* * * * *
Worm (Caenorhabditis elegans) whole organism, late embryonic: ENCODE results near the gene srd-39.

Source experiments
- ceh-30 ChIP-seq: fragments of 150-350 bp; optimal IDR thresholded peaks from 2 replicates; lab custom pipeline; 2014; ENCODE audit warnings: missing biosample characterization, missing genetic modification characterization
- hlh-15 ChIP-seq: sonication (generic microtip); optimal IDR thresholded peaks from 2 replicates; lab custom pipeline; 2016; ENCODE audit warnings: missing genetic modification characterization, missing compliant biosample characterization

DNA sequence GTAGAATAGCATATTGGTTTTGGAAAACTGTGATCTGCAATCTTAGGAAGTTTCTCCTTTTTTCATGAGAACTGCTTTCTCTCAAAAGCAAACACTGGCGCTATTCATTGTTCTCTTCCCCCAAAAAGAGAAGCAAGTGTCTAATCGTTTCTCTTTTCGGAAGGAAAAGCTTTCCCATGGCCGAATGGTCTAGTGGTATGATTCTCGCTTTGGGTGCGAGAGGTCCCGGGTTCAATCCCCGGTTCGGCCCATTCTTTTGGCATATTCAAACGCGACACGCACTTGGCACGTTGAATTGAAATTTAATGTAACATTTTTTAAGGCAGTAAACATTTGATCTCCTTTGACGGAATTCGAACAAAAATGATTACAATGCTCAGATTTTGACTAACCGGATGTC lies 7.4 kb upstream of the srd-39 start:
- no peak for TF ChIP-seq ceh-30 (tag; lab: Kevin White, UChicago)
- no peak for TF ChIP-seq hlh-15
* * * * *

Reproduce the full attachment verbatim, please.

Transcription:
Worm (Caenorhabditis elegans) whole organism, late embryonic: ENCODE results near the gene srd-39.

Source experiments
- ceh-30 ChIP-seq: fragments of 150-350 bp; optimal IDR thresholded peaks from 2 replicates; lab custom pipeline; 2014; ENCODE audit warnings: missing biosample characterization, missing genetic modification characterization
- hlh-15 ChIP-seq: sonication (generic microtip); optimal IDR thresholded peaks from 2 replicates; lab custom pipeline; 2016; ENCODE audit warnings: missing genetic modification characterization, missing compliant biosample characterization

DNA sequence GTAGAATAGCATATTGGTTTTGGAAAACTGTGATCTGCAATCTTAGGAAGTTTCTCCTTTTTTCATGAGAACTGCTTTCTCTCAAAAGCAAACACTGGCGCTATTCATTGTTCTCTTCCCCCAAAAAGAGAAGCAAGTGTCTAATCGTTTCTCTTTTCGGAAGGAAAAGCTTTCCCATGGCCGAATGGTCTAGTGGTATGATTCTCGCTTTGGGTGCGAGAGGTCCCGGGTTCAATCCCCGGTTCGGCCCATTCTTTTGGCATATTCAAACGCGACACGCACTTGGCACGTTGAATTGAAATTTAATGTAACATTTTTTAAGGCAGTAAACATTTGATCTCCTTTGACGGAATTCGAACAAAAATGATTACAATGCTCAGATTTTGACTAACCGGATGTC lies 7.4 kb upstream of the srd-39 start:
- no peak for TF ChIP-seq ceh-30 (tag; lab: Kevin White, UChicago)
- no peak for TF ChIP-seq hlh-15